Is there any time estimate on multiserver?
Loftar: Not really; I cannot estimate times. ^^ It’s one of my weaknesses.
Jorb: It’s like kryptonite.
Loftar: At times I’ve tried to make something up, but I’m always wrong anyway.
Jorb: … Loftar just squirms and becomes physically unable to respond ^^
What are your plans for after the multi server update?
Jorb: Meaningful gear is my plan. And mordor. And more creatures.
Loftar: The immediate other thing that Paradox wants to have ASAP, or rather yesterday, is a new, pretty client UI. ^^ They’ve drawn most of the graphics.
They just wanted a reskin?
Jorb: Some functional changes, but marginal on the whole.
Loftar: Well, it’s never “just” a reskin, but that’s what it looks like, at least. It needs to be coded in that it’s drawn differently. But, indeed, the functional changes are marginal.
Jorb: … but to the untrained eye it is basically a reskin. Or, perhaps rather, a skin Because the present UI isn’t exactly worthy of being called a skin in the first place
Loftar: Yes, but Ender and Apxeolog will probably have fun times. Especially Apxeolog, seeing how he manages the codebase. ^^ Well, his problem.
Did you add minimap radar? Waypoints?
Jorb: Haha, lol. Sorry. Those are all nice things, I know.
Loftar: Not intrinsically tied to the UI changes, at least, but both of those are features that we are considering. I’d rather prioritize new game mechanics than them, however.
Jorb: We’re having at least the radar at one point or another. Not having it is retarded. But, indeed, the game mechanics feel a whole lot more important.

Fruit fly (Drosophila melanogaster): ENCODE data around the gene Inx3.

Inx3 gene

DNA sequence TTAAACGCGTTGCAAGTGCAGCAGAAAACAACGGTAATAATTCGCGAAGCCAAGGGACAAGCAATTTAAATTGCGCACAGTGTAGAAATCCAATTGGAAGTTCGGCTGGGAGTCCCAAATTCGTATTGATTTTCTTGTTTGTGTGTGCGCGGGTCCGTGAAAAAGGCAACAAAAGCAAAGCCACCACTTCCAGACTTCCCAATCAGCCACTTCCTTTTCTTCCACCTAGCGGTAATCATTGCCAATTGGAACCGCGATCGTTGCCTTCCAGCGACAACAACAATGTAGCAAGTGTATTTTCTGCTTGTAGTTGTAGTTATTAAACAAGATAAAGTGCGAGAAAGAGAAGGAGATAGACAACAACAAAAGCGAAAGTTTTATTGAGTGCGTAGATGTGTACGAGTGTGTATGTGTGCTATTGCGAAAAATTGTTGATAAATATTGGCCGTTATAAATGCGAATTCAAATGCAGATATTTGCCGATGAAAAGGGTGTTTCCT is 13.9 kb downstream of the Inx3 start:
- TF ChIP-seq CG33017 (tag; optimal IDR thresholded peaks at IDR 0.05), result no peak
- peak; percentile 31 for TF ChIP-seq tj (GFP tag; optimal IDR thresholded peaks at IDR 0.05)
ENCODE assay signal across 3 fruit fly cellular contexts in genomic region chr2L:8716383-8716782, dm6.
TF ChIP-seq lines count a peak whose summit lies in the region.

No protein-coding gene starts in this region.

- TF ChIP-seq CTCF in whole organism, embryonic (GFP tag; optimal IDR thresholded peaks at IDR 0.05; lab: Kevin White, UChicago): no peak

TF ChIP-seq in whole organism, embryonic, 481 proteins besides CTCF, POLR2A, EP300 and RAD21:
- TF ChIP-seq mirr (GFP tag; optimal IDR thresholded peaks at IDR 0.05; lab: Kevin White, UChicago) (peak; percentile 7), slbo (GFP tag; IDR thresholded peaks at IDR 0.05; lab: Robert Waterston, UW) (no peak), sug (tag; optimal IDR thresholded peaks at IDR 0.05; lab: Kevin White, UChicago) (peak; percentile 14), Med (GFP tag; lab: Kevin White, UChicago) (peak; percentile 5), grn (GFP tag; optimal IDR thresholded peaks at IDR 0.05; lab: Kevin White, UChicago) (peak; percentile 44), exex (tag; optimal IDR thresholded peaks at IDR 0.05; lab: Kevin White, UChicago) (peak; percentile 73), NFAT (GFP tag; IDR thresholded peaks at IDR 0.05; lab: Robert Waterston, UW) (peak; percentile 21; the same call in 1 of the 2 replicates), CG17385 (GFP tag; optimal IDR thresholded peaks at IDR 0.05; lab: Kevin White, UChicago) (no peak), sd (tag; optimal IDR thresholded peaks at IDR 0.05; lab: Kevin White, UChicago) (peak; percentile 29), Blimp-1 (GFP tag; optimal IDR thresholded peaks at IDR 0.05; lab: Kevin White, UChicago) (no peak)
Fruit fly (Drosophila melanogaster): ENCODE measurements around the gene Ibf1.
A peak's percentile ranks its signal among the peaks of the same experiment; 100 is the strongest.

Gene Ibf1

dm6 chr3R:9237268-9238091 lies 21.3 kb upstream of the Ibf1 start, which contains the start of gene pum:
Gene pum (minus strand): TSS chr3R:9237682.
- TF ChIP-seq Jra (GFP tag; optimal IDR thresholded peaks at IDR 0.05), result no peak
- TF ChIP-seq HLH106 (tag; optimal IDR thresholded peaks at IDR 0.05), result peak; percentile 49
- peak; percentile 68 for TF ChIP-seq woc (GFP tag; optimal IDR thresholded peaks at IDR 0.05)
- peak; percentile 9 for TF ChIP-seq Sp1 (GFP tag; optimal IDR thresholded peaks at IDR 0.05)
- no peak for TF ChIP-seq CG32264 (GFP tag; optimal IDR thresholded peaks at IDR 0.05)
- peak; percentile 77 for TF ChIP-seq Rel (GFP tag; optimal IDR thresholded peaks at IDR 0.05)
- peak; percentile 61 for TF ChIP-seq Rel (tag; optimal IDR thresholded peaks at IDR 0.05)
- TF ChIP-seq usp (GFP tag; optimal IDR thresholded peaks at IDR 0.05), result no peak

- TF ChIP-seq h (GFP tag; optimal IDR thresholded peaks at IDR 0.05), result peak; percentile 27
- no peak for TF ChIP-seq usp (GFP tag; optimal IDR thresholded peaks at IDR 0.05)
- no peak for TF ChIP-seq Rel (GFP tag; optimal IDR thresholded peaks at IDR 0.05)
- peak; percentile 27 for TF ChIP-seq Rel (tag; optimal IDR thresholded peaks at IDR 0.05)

Do you have some specific plans for how to make equipment meaningful, or what you’ll be adding to the darkness?
Jorb: Specific to some degree or another.
Loftar: Lots, to some degree. But most of it is not very fleshed out.
Jorb: We know what ballpark we’re in? But, I mean… you have to understand also that that is kind of how we work. We never really know what anything is going to look like until we actually do it.
Loftar: Indeed. We hardly ever even discuss actual details and such things before the hour when we put it in. Before that, we discuss things very abstractly. And it’s hard to even communicate it without using the… language that has developed between the two of us.
Jorb: We talk a lot in terms of incentives and general goal-oriented reasoning. Indeed. There is a fair amount of shared context, so to speak
Are there any other upcoming major milestones of content that you’re pretty sure will happen, like industries you want to add?
Jorb: I’m fairly certain that I will push for more developed wood and metal industries, i.e. more kinds of metal, better mining system, more high tier resources. And similar things for wood handling. When and how that materializes I have no clue Animal husbandry is pretty high up on my list as well. I want a horse and a cart.
Loftar: I’ve also started to form some loose ideas on alchemy, so given some peace of mind I’m rather hopeful I’ll be able to flesh that out to something useful.